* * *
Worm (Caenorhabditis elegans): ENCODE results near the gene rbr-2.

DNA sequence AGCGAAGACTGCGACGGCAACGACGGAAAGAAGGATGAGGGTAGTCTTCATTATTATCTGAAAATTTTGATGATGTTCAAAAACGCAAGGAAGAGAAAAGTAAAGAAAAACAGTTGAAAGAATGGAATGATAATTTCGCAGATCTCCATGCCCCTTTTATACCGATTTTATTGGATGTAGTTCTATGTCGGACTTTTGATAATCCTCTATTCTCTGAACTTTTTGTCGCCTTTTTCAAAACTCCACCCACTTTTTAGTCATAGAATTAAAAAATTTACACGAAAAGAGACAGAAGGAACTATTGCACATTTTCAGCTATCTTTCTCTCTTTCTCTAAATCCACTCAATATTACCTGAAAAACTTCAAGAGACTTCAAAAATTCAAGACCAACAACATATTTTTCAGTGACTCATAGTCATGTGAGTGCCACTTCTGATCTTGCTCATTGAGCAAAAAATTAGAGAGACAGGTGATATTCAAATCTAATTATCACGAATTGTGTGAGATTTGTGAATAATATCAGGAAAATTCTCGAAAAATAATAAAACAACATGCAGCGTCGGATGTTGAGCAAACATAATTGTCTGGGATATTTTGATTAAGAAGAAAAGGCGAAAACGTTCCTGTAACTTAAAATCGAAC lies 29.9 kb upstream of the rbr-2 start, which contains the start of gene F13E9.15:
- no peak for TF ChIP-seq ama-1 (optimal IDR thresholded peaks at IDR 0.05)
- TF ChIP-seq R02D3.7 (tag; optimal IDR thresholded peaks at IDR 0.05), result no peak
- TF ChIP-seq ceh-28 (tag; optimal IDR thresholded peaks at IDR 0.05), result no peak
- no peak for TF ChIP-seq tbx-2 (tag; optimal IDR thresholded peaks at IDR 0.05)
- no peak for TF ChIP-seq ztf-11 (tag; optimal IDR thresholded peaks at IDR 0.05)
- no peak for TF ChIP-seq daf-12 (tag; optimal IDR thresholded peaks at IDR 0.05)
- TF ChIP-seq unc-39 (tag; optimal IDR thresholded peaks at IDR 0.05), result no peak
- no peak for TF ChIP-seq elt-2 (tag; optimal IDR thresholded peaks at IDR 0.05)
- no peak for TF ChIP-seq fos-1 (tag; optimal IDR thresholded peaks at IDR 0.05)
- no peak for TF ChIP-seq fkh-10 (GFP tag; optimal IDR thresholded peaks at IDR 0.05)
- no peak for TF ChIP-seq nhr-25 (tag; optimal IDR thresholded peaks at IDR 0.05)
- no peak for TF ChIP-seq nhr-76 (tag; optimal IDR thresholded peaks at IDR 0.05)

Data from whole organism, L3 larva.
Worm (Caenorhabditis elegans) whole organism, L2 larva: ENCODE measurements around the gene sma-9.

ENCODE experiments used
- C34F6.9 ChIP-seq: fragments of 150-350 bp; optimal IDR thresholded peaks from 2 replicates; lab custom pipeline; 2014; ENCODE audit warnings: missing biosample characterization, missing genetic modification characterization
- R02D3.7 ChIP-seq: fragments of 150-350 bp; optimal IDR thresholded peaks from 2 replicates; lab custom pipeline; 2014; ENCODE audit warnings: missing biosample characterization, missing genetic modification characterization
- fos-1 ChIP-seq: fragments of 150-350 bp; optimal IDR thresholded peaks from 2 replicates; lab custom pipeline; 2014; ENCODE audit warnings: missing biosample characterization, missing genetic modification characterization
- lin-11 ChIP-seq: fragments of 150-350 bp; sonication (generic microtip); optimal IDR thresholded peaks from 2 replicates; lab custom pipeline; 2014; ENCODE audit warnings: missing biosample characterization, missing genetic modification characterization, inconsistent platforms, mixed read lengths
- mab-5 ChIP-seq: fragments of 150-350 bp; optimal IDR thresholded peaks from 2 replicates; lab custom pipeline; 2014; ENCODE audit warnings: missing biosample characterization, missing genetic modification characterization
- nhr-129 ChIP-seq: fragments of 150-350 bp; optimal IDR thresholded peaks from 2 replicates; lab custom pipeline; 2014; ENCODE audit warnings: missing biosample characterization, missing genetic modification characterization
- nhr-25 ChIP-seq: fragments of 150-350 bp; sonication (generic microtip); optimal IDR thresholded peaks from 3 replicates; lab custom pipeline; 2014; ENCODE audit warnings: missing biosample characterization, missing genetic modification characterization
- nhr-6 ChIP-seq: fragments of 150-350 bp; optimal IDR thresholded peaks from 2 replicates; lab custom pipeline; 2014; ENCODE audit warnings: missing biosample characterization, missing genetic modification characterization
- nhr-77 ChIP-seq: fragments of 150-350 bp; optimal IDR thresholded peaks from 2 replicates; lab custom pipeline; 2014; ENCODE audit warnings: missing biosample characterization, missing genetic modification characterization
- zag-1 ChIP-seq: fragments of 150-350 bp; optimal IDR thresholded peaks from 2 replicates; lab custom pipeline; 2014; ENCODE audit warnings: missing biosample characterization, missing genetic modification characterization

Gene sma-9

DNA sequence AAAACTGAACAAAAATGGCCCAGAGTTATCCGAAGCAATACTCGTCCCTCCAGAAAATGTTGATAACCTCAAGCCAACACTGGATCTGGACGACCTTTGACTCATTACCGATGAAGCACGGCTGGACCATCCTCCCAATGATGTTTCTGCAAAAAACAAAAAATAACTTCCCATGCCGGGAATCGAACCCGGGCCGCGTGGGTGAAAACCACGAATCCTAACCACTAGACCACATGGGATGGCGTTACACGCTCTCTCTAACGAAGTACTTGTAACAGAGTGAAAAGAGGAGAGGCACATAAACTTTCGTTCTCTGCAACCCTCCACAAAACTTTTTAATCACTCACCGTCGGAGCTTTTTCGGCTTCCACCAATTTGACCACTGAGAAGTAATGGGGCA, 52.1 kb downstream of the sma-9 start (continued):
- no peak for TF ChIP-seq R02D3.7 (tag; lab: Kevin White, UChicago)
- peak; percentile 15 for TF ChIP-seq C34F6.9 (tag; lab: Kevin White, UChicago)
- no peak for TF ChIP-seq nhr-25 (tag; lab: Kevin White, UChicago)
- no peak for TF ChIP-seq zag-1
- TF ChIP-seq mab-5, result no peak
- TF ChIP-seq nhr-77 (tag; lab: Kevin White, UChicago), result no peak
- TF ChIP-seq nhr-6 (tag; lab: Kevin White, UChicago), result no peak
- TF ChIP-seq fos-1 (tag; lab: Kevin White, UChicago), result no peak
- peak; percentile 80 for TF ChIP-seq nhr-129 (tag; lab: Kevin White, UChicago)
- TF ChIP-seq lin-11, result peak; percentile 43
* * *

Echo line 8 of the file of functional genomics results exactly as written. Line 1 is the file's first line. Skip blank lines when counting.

- no peak for TF ChIP-seq daf-12 (tag; optimal IDR thresholded peaks at IDR 0.05)